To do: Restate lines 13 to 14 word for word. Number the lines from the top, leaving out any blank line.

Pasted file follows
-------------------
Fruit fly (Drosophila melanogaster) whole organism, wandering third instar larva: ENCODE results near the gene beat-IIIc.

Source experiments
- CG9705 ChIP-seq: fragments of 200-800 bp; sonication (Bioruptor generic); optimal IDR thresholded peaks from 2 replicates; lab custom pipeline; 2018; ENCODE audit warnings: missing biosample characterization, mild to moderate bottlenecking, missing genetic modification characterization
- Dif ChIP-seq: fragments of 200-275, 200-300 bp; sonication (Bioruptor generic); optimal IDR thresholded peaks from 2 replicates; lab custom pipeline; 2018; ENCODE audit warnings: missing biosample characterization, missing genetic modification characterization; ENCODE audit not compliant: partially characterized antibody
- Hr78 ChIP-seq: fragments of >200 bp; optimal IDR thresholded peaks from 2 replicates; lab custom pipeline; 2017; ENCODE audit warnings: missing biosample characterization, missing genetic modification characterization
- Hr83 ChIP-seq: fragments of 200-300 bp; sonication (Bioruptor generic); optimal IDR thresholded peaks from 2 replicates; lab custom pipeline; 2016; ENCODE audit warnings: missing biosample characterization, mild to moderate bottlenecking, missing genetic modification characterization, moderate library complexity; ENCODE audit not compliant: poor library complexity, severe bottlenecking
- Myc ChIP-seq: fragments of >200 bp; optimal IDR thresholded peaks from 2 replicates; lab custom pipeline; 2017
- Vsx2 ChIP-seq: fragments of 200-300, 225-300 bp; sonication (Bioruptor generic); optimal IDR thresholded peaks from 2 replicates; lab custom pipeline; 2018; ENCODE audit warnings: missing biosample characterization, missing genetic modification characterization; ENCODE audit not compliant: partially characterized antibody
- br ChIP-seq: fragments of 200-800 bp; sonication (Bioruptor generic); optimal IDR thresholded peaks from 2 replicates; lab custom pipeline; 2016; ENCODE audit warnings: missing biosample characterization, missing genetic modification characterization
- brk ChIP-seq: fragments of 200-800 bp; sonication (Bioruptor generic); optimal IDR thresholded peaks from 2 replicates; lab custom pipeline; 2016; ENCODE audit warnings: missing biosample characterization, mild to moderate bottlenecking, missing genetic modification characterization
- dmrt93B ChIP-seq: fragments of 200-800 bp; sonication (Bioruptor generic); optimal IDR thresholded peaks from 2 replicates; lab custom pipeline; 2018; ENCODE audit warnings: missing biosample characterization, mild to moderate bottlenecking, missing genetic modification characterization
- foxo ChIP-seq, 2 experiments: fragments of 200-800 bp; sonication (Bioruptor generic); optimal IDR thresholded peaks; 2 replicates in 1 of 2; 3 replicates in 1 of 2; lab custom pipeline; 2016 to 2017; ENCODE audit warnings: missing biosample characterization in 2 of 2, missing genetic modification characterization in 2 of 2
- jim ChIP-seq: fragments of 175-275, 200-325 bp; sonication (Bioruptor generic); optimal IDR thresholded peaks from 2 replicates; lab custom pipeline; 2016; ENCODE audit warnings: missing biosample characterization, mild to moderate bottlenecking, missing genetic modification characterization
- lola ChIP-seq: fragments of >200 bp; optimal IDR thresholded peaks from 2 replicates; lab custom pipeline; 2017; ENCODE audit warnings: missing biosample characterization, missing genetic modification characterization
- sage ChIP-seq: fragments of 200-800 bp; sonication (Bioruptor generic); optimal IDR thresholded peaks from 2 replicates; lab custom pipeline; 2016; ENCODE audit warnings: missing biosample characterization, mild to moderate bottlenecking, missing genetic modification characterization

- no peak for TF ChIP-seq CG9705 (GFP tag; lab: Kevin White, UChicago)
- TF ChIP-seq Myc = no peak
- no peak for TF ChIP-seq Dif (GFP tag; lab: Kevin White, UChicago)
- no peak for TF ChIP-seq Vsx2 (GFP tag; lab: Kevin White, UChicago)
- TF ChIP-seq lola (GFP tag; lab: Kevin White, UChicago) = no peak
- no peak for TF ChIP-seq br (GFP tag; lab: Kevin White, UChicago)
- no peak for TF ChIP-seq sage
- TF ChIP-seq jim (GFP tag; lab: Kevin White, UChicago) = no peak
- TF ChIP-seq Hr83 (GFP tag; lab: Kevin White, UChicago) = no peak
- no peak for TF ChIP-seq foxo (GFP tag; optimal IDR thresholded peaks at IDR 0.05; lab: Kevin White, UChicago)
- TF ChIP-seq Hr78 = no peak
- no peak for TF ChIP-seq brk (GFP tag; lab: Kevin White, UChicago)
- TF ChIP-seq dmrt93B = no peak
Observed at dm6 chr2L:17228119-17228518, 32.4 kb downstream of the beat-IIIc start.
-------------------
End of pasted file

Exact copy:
- jim ChIP-seq: fragments of 175-275, 200-325 bp; sonication (Bioruptor generic); optimal IDR thresholded peaks from 2 replicates; lab custom pipeline; 2016; ENCODE audit warnings: missing biosample characterization, mild to moderate bottlenecking, missing genetic modification characterization
- lola ChIP-seq: fragments of >200 bp; optimal IDR thresholded peaks from 2 replicates; lab custom pipeline; 2017; ENCODE audit warnings: missing biosample characterization, missing genetic modification characterization